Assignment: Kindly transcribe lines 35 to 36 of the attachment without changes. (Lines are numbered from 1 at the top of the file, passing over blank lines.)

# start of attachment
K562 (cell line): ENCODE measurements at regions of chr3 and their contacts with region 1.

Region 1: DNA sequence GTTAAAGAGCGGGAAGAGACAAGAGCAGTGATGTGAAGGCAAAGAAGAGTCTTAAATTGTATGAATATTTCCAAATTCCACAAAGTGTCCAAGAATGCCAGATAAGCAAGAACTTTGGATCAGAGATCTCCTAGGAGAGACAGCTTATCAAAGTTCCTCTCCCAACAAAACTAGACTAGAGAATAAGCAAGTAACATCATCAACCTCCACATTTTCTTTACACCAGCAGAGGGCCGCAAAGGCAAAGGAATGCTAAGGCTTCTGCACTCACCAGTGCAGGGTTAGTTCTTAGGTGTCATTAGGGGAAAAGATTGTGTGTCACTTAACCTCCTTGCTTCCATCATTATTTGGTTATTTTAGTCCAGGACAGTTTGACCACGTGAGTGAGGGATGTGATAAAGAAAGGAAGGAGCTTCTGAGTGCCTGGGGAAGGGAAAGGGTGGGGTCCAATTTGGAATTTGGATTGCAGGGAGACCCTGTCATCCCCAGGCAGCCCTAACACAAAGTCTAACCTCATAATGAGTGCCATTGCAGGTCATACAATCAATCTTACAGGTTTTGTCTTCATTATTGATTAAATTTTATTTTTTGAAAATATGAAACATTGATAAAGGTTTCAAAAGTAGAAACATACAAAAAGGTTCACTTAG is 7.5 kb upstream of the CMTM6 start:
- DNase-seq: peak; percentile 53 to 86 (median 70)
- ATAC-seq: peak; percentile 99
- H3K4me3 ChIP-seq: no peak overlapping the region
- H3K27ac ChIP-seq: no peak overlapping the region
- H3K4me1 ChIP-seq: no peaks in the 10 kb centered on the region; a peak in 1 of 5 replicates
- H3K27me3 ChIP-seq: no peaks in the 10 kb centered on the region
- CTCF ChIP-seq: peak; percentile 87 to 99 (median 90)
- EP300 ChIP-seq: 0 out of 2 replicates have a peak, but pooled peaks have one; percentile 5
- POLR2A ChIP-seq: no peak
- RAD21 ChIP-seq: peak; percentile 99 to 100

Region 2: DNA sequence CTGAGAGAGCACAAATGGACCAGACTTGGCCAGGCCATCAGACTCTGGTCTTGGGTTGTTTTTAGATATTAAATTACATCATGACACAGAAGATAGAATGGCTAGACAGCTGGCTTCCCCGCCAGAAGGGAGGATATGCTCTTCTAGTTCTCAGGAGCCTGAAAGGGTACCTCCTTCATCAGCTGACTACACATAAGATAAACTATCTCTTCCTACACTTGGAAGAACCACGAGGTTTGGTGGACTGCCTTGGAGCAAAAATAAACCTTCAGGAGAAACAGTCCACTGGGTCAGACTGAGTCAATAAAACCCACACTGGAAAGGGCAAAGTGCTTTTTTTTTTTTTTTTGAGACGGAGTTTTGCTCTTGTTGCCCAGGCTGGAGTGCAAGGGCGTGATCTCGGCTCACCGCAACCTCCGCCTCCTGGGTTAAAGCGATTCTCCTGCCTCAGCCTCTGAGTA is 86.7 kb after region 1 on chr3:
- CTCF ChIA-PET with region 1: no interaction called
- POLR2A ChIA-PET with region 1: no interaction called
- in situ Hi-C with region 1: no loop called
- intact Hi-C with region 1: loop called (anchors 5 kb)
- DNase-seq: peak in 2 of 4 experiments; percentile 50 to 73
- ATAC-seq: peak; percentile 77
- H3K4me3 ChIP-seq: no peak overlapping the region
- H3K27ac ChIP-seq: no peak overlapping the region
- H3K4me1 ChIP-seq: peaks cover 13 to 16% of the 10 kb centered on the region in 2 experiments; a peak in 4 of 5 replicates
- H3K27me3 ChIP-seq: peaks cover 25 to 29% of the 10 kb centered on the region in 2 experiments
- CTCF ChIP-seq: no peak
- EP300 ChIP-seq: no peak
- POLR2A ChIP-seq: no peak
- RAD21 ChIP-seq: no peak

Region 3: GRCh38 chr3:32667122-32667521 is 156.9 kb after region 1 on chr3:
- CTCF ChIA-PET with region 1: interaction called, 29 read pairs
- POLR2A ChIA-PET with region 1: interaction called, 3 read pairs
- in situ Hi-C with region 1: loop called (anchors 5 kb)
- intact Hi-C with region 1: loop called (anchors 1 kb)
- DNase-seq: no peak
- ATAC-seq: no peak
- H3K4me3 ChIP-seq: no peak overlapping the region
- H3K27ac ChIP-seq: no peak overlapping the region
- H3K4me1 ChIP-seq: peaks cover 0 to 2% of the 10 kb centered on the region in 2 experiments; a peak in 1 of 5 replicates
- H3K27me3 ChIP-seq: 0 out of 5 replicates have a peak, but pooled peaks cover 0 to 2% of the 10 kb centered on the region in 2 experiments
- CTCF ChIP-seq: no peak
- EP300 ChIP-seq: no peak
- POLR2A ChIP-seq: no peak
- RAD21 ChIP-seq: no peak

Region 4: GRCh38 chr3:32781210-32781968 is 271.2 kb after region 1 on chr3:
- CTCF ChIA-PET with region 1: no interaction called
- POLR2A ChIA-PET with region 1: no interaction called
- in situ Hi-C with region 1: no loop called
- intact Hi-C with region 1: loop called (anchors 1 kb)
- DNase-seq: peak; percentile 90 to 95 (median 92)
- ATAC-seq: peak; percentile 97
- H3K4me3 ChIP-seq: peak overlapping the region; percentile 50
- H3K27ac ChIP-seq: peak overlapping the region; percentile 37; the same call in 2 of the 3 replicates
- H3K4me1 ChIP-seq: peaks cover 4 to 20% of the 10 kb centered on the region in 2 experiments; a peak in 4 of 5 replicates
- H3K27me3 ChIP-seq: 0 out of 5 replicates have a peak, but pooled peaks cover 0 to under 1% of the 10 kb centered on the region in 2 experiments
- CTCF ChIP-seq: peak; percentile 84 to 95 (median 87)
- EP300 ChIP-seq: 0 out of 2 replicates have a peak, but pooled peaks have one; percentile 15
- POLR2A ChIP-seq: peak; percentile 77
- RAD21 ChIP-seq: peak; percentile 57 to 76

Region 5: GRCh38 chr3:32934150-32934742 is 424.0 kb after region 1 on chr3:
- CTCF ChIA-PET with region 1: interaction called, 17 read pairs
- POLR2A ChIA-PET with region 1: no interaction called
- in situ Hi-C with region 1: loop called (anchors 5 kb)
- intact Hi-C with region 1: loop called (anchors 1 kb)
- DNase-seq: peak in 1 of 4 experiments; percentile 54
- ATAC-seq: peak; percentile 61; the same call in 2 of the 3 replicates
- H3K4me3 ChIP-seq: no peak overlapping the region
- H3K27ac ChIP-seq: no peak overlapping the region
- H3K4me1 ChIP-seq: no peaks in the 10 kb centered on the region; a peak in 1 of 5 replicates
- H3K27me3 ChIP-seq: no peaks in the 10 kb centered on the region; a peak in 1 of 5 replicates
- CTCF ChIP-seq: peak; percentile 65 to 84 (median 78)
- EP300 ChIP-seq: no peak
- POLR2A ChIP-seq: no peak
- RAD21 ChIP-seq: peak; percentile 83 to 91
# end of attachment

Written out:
- H3K4me3 ChIP-seq: no peak overlapping the region
- H3K27ac ChIP-seq: no peak overlapping the region